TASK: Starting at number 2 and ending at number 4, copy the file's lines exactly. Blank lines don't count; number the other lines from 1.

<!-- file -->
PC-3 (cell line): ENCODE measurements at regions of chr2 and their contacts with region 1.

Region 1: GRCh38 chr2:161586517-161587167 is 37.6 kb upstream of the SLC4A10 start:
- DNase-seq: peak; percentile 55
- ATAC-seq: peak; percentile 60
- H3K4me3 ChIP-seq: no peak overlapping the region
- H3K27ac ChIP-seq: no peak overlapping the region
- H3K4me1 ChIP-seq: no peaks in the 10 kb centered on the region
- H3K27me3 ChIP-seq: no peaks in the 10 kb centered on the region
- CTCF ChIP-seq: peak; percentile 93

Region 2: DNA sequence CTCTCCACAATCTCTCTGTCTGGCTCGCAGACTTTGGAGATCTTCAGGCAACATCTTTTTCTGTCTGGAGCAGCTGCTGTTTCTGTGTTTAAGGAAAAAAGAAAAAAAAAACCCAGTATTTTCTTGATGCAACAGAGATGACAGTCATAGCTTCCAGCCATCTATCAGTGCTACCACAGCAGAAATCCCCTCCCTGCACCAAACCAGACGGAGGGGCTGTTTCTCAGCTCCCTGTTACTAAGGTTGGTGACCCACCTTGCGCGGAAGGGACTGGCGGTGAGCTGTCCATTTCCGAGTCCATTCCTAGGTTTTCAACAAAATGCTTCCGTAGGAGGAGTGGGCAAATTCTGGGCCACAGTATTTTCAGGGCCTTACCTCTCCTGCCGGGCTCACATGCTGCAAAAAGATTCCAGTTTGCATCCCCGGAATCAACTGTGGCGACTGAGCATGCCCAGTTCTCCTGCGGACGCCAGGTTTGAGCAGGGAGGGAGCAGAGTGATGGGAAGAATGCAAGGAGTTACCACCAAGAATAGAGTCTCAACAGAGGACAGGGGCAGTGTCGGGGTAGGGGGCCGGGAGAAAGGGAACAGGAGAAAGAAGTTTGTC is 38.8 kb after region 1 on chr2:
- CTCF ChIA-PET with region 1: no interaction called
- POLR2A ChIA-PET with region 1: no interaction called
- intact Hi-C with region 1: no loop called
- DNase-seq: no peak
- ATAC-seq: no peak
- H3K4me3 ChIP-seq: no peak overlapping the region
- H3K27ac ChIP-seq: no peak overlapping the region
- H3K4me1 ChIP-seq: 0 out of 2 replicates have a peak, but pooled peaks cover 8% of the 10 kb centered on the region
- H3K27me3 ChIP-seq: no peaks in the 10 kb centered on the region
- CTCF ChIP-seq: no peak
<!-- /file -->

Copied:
Region 1: GRCh38 chr2:161586517-161587167 is 37.6 kb upstream of the SLC4A10 start:
- DNase-seq: peak; percentile 55
- ATAC-seq: peak; percentile 60